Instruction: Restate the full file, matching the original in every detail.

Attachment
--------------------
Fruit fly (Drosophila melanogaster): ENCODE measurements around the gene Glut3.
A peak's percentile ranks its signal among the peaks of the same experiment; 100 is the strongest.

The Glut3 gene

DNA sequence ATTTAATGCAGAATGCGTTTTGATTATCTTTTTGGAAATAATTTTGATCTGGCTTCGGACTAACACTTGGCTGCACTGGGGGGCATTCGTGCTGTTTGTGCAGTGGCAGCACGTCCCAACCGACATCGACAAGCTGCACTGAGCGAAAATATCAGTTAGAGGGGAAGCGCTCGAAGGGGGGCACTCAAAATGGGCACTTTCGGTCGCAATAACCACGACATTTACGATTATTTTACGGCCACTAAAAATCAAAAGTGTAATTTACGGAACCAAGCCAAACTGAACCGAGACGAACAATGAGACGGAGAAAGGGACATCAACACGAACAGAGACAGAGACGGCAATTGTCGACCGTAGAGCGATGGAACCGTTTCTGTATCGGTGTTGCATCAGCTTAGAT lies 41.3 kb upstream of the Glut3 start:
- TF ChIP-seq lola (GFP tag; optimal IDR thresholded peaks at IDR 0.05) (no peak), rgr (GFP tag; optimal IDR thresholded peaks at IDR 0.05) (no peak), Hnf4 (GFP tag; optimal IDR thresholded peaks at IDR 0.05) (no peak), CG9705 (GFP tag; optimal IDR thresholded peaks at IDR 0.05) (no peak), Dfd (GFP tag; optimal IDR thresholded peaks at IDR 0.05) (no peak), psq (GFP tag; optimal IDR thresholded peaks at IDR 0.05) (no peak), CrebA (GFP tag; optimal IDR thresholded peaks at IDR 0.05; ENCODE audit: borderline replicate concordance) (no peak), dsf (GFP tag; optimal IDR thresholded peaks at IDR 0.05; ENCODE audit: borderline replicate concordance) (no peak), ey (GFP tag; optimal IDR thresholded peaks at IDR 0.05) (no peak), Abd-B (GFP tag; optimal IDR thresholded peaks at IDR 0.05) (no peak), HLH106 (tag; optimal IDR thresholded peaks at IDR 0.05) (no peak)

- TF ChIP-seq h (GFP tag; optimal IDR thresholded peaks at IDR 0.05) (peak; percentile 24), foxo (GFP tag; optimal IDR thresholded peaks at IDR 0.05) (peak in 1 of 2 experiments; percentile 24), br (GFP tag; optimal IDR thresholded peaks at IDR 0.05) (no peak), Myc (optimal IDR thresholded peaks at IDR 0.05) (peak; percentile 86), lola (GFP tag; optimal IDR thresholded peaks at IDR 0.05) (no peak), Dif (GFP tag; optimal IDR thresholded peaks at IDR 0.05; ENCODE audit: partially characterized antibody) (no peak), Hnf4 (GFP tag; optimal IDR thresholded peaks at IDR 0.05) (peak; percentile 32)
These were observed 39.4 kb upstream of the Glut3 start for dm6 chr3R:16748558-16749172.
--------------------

Fruit fly (Drosophila melanogaster): ENCODE measurements around the gene Glut3.
A peak's percentile ranks its signal among the peaks of the same experiment; 100 is the strongest.

The Glut3 gene

DNA sequence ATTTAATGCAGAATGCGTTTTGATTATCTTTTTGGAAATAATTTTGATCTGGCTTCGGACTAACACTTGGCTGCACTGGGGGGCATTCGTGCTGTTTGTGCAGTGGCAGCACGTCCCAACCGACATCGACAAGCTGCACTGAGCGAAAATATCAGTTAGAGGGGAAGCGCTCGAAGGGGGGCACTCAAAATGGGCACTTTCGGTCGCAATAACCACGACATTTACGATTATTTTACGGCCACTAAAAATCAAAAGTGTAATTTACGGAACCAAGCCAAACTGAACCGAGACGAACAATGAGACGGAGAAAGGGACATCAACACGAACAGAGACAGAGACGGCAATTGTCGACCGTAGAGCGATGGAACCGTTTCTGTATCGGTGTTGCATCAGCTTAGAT lies 41.3 kb upstream of the Glut3 start:
- TF ChIP-seq lola (GFP tag; optimal IDR thresholded peaks at IDR 0.05) (no peak), rgr (GFP tag; optimal IDR thresholded peaks at IDR 0.05) (no peak), Hnf4 (GFP tag; optimal IDR thresholded peaks at IDR 0.05) (no peak), CG9705 (GFP tag; optimal IDR thresholded peaks at IDR 0.05) (no peak), Dfd (GFP tag; optimal IDR thresholded peaks at IDR 0.05) (no peak), psq (GFP tag; optimal IDR thresholded peaks at IDR 0.05) (no peak), CrebA (GFP tag; optimal IDR thresholded peaks at IDR 0.05; ENCODE audit: borderline replicate concordance) (no peak), dsf (GFP tag; optimal IDR thresholded peaks at IDR 0.05; ENCODE audit: borderline replicate concordance) (no peak), ey (GFP tag; optimal IDR thresholded peaks at IDR 0.05) (no peak), Abd-B (GFP tag; optimal IDR thresholded peaks at IDR 0.05) (no peak), HLH106 (tag; optimal IDR thresholded peaks at IDR 0.05) (no peak)

- TF ChIP-seq h (GFP tag; optimal IDR thresholded peaks at IDR 0.05) (peak; percentile 24), foxo (GFP tag; optimal IDR thresholded peaks at IDR 0.05) (peak in 1 of 2 experiments; percentile 24), br (GFP tag; optimal IDR thresholded peaks at IDR 0.05) (no peak), Myc (optimal IDR thresholded peaks at IDR 0.05) (peak; percentile 86), lola (GFP tag; optimal IDR thresholded peaks at IDR 0.05) (no peak), Dif (GFP tag; optimal IDR thresholded peaks at IDR 0.05; ENCODE audit: partially characterized antibody) (no peak), Hnf4 (GFP tag; optimal IDR thresholded peaks at IDR 0.05) (peak; percentile 32)
These were observed 39.4 kb upstream of the Glut3 start for dm6 chr3R:16748558-16749172.